A couple of months ago Google announced they would bump mobile ready sites over classic web sites in search results. Google and Bing for that matter, attempt to list urls providing the best user experience first. Two key ranking factors are speed and responsive design, both important mobile first attributes, but also for desktop.
Starting April 21, we will be expanding our use of mobile-friendliness as a ranking signal. This change will affect mobile searches in all languages worldwide and will have a significant impact in our search results. Consequently, users will find it easier to get relevant, high quality search results that are optimized for their devices.
For the past 6 years I have adopted a user first development practice, one that places emphasis on speed, responsiveness and touch. This focus hydrated into specializing in high performance single page web applications, or what I consider modern web applications. This is an important distinction because not only have the devices customers use changed, so has the server layer. Today businesses need to be focused on thin web server layers, hosted in the cloud. The architecture I use and promote relies on a web based API with a very thin web server layer utilizing a NoSQL data store.
My front-ends are single page applications, but what is distinctive is they are fast. They are faster than native applications by a long shot. They are responsive and work across all device sizes. My applications are fluid, thus make the web behave like a native application. All of these attributes give my clients and applications distinct advantages in the consumer and line of business space.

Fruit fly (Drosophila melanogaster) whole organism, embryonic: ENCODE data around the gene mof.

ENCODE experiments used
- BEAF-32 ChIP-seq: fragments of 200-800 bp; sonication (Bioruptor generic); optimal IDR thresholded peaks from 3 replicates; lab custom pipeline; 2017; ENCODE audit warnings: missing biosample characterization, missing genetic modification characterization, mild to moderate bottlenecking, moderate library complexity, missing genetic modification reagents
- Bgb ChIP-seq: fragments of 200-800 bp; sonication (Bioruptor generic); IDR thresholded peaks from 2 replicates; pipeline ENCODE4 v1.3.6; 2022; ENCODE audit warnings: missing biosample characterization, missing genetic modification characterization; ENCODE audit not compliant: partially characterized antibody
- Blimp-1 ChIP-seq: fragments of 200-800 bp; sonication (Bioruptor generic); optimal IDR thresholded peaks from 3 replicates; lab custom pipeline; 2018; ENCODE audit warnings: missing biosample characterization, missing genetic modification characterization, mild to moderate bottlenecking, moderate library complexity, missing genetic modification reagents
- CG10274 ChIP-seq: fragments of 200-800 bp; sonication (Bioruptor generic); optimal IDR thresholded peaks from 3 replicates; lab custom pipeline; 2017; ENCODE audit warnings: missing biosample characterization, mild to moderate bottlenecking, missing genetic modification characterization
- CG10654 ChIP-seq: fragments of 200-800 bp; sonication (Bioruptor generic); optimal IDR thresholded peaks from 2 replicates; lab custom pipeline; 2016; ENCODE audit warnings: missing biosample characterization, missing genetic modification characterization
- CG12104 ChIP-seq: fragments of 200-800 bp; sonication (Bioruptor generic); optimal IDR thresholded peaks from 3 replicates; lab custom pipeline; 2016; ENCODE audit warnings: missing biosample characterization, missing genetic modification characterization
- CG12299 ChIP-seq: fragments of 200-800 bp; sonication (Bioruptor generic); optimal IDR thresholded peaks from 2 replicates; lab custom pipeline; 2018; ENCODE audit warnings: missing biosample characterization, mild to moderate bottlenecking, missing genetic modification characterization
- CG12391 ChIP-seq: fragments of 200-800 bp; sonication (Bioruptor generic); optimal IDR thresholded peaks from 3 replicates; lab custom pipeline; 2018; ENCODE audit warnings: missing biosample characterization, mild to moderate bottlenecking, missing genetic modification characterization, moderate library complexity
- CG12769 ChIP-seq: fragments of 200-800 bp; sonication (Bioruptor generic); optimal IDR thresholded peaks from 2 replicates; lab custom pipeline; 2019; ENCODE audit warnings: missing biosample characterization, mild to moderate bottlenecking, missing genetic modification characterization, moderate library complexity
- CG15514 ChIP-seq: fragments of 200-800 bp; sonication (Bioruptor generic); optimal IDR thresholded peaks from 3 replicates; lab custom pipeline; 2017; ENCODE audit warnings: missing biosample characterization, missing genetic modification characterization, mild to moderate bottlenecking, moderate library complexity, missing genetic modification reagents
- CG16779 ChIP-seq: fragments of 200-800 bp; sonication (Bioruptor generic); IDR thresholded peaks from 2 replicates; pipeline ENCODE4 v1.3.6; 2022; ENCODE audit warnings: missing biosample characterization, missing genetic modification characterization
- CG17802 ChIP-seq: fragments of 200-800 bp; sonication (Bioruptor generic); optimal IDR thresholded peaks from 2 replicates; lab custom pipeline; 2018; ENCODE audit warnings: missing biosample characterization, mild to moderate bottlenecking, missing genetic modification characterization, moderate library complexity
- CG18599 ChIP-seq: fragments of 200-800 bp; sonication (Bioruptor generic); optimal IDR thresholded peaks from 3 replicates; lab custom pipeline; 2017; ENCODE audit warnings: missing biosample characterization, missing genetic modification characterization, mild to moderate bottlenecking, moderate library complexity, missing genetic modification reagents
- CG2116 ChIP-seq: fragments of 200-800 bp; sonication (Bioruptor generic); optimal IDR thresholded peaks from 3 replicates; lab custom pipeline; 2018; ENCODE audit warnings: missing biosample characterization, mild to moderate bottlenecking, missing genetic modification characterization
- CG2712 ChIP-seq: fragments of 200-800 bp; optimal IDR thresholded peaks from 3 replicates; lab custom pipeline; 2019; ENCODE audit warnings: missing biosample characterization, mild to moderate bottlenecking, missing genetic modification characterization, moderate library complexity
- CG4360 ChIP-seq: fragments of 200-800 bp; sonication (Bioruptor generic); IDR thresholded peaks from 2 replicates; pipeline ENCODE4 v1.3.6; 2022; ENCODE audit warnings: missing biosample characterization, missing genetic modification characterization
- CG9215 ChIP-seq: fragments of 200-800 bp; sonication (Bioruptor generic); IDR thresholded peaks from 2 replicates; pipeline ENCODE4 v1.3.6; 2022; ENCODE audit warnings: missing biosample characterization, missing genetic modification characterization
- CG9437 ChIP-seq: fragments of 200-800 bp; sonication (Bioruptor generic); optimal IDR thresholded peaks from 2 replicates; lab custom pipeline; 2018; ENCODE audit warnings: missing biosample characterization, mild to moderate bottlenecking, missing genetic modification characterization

Today over 60% of search traffic originates from a mobile class device. Unfortunately most businesses ignore this important statistic. Mobile has introduce many interested problems for web architecture. No longer can you assume a high speed Internet connection and a large monitor, but you have to assume the worst case scenario. This scenario is a slow 3G connection (think Sprint 3G) and a cheap Android handset.
Touch adds another layer to the user experience. You MUST have large touch points and large, legible text with adequate margins. Simple evaluations continue to show business, especially enterprise class, fail to understand these modern requirements. Their sites are slow, non-responsive and not geared to handle touch.
My experience over the past 5-6 years has been frustrating when dealing with enterprises. They are either handcuffed by short-sighted management or developers more interested in code patterns than what customers want. This has created an opportunity for businesses that want to properly create modern web applications. Again a proper modern web application is one that is fast, responsive and touch friendly. This means it must have a small footprint, be designed to leverage any screen size and provide a UI that is easy to touch and trigger desired actions.
Failing to deliver a modern web solution could now mean going out of business, especially if your business relies on search engine rankings. If you need help or want a consultation, please contact me. Today, April 21 is the beginning of Mobilegeddon, or the end of the classic web.